As a woman, I know what it feels like to be invisible. As a Black woman that feeling is sometimes intensified. It gets juxtaposed with occasionally being the person everyone is looking at, but not really seeing. In a time of “racial reckoning” such as what’s currently going on in the world right now, the need to be seen, and heard, is more important than ever if we expect to elicit change.
Being a minority woman living with HIV comes with a bit of invisibility. Forgive my bluntness, but I imagine being anything other than a gay man living with HIV is a little like that. I’m trying not to be offensive—only to live my truth by saying that, but the truth always seems to offend someone these days. My truth is that I am a Black woman living with HIV, and sometimes I struggle to be both seen and heard. I struggled at the beginning of my diagnosis to find faces that looked like mine. Voices that sounded like mine. Struggled to find services that considered my femininity and the unique experience of being a woman, let alone a Black woman. I struggle now to see regular representation in literature, research, and media of our presence and place in the big picture.
Being seen and heard in this space can be complicated. It’s a double-edged sword of wanting someone to understand and comfort your insecurities, but at the same time not wanting to open yourself up to hurt.
According to UNAIDS, in 2020 53% of people living with HIV were women and girls. Black folks, both male and female, are disproportionately affected by HIV. Yet, Black men, Black women, and really, women of any race, have never been seen as a face of what HIV could look like. Through no fault of their own, White gay men became “the face” of HIV/AIDS in the beginning of the epidemic. There are a lot of women’s organizations focusing on women and fighting for a seat at the table, but it shouldn’t be a fight. Women have always contributed to caring for those living and dying with HIV. At the same time, they have often been left out of study trials. Even though strides and advancements have been made in treatments, life expectancy, and quality of life, too many old stigmas and old prejudices persist. With statistics like the ones above, women need to be seen.
No matter who you are, in a crisis, identifying with others like you gives you the starting point for goals and boundaries and your journey to overcoming. Being seen and heard in this space can be complicated. It’s a double-edged sword of wanting someone to understand and comfort your insecurities, but at the same time not wanting to open yourself up to hurt. You want to be seen but not stigmatized. You want to be heard, but you don’t want someone else to tell your story or your truth in a way that doesn’t honor you. When you’re living with HIV there are levels of acceptance and peace. I think that for me the most important thing is that people with HIV learn to see themselves as they want to be first so that whether or not someone else sees you in a positive light (pun intended), it won’t matter because you see yourself as who you are and it’s enough for you. There is power in just being enough until you get to abundance. I will forever believe that stigma will persist and therefore so will new infections, until we normalize what people consider abnormal. That means everyone needs to be seen and heard, so people can see themselves, and let go of shame and fear and get real about risk and testing.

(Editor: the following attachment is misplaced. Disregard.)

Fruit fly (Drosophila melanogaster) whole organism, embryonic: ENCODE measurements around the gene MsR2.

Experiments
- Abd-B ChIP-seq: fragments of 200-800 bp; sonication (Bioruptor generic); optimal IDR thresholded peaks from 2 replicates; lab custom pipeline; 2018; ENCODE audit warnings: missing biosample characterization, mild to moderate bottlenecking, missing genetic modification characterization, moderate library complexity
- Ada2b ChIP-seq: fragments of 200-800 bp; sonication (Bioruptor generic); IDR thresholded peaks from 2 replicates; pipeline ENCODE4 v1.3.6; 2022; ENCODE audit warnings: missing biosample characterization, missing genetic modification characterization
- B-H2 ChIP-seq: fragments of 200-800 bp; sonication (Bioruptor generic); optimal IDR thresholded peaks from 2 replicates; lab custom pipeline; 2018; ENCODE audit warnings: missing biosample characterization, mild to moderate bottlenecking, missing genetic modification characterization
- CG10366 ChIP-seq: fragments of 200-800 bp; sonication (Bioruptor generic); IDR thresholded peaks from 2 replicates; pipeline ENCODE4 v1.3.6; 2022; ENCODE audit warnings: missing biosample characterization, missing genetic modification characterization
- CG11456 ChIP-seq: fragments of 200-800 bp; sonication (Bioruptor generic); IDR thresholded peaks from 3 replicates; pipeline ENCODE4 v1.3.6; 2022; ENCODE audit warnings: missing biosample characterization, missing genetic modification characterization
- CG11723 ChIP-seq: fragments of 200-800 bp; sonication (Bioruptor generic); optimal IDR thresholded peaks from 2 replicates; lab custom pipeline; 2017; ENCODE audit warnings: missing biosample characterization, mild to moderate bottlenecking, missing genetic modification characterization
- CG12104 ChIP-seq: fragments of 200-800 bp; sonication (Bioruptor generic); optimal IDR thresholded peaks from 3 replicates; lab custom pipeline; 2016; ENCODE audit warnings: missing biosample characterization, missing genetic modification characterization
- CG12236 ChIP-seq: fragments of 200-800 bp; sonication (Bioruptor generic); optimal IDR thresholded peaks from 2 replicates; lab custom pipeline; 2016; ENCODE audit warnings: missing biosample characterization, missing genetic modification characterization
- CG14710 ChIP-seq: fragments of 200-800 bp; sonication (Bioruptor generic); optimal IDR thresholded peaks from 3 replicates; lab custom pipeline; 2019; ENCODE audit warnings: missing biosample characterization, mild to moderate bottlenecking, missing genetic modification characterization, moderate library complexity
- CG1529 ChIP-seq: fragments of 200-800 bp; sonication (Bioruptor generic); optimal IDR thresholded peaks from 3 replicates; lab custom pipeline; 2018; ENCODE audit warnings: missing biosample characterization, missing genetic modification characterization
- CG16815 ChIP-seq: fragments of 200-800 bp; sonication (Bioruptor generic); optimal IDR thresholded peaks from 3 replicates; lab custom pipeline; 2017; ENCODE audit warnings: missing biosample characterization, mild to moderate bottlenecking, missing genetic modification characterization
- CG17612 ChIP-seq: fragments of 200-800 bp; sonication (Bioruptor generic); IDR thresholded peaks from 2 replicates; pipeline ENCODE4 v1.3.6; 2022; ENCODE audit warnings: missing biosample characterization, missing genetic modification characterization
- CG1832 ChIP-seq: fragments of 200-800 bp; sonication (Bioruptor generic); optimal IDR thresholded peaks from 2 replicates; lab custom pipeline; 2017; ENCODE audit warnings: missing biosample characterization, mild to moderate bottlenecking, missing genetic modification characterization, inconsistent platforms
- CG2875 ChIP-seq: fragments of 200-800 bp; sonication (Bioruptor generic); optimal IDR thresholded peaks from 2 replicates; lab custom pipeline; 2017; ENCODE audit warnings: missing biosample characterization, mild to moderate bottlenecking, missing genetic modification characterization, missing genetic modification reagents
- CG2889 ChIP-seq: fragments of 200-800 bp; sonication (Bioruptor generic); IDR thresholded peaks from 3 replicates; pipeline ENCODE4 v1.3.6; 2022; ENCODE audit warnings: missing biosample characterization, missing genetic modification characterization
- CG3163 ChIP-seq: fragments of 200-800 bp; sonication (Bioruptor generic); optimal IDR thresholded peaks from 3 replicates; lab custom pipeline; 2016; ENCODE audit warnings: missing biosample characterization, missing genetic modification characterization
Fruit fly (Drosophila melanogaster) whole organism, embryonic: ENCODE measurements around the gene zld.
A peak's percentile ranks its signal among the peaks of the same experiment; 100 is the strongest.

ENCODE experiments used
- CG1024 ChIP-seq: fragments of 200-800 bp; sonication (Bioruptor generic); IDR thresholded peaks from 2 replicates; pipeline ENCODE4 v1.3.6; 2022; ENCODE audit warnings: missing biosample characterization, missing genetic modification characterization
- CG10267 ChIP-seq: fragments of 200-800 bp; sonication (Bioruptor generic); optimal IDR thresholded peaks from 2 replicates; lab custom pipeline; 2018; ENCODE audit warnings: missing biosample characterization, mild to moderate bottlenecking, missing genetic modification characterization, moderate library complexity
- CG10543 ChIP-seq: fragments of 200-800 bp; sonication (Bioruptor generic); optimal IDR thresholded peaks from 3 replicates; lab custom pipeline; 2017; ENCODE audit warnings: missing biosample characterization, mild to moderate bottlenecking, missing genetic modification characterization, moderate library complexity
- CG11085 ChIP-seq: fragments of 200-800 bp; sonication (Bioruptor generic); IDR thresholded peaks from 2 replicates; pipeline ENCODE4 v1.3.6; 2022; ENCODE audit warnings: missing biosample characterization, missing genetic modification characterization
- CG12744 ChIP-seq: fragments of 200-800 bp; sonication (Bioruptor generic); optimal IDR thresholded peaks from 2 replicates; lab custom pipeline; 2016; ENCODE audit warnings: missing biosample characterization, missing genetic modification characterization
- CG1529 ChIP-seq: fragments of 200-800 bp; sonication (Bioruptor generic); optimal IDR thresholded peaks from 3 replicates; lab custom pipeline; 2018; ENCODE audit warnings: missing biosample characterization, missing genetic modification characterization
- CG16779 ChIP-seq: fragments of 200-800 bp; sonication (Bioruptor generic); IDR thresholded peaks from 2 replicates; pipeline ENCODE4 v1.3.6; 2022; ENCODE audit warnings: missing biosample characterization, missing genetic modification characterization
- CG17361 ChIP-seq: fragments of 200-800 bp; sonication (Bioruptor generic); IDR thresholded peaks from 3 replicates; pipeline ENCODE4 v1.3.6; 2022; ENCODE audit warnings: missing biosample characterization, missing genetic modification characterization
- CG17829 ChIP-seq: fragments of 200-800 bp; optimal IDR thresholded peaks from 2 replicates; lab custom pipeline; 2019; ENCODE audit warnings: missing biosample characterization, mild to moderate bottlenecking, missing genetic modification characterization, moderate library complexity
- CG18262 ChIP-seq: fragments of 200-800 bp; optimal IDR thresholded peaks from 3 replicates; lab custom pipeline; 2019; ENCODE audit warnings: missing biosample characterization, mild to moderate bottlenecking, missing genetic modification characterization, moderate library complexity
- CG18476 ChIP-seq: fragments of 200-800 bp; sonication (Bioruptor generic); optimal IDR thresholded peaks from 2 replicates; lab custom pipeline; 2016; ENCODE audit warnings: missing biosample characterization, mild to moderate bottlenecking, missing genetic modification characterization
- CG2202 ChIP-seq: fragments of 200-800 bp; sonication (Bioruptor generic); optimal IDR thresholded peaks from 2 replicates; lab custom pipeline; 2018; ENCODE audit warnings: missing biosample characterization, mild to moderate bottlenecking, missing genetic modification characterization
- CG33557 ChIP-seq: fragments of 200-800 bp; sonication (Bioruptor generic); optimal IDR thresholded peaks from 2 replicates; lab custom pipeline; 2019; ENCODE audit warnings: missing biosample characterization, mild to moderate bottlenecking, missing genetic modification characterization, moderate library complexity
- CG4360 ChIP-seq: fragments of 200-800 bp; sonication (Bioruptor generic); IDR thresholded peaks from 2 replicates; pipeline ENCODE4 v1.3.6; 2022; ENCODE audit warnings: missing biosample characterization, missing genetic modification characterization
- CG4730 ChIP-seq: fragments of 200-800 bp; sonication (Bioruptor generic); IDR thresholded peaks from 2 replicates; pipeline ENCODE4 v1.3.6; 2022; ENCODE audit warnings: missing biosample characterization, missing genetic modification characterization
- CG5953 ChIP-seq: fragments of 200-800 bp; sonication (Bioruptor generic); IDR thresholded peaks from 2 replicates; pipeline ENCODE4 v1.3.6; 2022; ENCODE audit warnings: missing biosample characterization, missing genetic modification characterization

Be well. You matter.
Bridgette Picou is a licensed vocational nurse in Palm Springs, California. She uses her voice to speak for others as a member of the Board of Directors for HIV & Aging Research Project-Palm Springs (HARP-PS) and as a Community Advisory Board Member for The Well Project-HIV and Women. She is also an active HIV blogger and member of ANAC, the Association of Nurses in AIDS Care, Greater Palm Springs Chapter. Finding a voice in advocacy and activism is a natural progression, since she feels that every time she fights for someone else, she affirms her own life.